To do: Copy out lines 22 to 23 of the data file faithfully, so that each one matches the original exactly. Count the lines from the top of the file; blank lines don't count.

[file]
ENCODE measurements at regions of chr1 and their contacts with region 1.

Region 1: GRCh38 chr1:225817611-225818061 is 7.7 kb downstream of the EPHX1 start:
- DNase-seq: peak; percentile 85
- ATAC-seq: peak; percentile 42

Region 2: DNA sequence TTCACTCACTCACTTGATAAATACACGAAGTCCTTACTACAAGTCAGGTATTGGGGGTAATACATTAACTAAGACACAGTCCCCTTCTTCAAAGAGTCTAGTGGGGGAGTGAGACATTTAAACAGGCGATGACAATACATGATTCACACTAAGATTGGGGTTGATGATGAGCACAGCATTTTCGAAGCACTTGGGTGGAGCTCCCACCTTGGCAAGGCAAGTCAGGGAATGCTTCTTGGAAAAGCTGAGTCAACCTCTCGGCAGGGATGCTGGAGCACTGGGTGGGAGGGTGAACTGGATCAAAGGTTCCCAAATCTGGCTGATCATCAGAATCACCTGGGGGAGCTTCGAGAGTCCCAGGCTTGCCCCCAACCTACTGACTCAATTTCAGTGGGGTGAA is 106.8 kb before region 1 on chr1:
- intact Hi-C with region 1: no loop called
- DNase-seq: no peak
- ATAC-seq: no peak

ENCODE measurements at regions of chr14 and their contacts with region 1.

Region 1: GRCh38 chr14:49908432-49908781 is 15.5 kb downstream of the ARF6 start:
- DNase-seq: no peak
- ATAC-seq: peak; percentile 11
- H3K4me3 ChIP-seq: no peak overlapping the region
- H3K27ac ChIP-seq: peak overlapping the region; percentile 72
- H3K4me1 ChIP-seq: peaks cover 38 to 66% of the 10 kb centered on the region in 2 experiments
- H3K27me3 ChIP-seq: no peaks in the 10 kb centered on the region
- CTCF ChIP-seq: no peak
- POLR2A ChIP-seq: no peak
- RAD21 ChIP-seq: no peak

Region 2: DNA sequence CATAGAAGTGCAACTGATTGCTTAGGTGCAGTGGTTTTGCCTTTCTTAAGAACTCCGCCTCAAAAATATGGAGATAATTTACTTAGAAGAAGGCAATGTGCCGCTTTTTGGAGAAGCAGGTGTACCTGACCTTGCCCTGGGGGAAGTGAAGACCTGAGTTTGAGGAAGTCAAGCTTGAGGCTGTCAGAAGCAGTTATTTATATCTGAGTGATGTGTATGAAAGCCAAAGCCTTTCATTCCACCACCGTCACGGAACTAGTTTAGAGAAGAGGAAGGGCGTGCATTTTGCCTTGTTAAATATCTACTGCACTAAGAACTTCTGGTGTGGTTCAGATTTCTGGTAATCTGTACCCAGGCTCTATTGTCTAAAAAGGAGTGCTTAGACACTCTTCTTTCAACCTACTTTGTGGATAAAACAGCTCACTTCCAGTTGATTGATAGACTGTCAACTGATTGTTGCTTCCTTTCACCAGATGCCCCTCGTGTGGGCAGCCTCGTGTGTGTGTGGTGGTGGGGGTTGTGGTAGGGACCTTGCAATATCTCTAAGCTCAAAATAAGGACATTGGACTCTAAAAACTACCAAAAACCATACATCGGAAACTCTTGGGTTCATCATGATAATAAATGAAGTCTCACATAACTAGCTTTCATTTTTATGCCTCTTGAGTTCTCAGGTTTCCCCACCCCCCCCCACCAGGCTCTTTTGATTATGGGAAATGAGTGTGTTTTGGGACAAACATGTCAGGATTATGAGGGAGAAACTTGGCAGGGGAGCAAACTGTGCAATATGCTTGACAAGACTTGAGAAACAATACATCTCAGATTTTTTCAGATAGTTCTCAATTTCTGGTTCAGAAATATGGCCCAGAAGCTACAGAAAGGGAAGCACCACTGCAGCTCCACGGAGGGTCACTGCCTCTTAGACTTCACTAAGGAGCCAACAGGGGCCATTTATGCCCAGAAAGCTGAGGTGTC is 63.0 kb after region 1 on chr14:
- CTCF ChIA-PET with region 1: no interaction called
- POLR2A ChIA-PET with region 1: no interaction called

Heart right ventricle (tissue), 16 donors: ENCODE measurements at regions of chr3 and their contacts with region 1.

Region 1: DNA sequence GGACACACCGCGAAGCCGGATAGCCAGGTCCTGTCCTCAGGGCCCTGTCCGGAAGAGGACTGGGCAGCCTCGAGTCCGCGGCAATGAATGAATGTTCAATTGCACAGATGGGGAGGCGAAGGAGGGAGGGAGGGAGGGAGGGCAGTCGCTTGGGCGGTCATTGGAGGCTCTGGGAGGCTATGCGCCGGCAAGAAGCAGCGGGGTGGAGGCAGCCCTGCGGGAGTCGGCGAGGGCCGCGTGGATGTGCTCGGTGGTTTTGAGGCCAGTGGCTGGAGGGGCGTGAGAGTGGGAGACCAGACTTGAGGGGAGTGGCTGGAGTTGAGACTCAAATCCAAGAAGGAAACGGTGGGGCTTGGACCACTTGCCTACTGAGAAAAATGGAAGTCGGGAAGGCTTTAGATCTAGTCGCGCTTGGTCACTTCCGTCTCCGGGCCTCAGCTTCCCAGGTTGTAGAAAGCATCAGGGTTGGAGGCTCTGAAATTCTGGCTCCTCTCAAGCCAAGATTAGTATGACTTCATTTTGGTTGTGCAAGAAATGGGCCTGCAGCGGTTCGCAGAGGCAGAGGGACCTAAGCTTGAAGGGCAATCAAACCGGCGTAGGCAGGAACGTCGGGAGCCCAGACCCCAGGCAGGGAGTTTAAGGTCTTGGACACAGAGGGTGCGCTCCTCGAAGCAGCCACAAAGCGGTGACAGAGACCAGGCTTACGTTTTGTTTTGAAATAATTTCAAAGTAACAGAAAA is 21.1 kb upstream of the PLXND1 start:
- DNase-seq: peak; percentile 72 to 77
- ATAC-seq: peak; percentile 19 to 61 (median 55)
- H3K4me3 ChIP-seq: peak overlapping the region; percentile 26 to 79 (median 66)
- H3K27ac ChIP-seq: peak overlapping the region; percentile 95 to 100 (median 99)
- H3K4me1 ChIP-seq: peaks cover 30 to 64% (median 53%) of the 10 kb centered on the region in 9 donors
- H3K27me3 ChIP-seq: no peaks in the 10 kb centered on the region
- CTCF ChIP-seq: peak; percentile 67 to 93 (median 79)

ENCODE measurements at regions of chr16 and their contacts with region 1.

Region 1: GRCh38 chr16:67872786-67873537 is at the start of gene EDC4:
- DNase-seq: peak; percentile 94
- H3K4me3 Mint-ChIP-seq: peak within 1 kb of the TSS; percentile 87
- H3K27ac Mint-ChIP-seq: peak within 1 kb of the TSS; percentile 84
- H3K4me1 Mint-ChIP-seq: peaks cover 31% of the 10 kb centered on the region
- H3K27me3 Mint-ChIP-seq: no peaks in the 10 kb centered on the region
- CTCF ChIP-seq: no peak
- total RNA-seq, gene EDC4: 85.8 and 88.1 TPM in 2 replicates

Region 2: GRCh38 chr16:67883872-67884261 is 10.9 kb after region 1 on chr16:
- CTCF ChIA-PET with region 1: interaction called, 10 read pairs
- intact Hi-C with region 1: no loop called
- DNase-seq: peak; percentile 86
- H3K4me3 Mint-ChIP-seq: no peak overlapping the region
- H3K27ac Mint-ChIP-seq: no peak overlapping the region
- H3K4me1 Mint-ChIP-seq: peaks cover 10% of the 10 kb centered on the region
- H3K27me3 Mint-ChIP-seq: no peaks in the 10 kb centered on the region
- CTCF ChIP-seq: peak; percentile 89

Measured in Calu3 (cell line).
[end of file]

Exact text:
- POLR2A ChIA-PET with region 1: no interaction called

Heart right ventricle (tissue), 16 donors: ENCODE measurements at regions of chr3 and their contacts with region 1.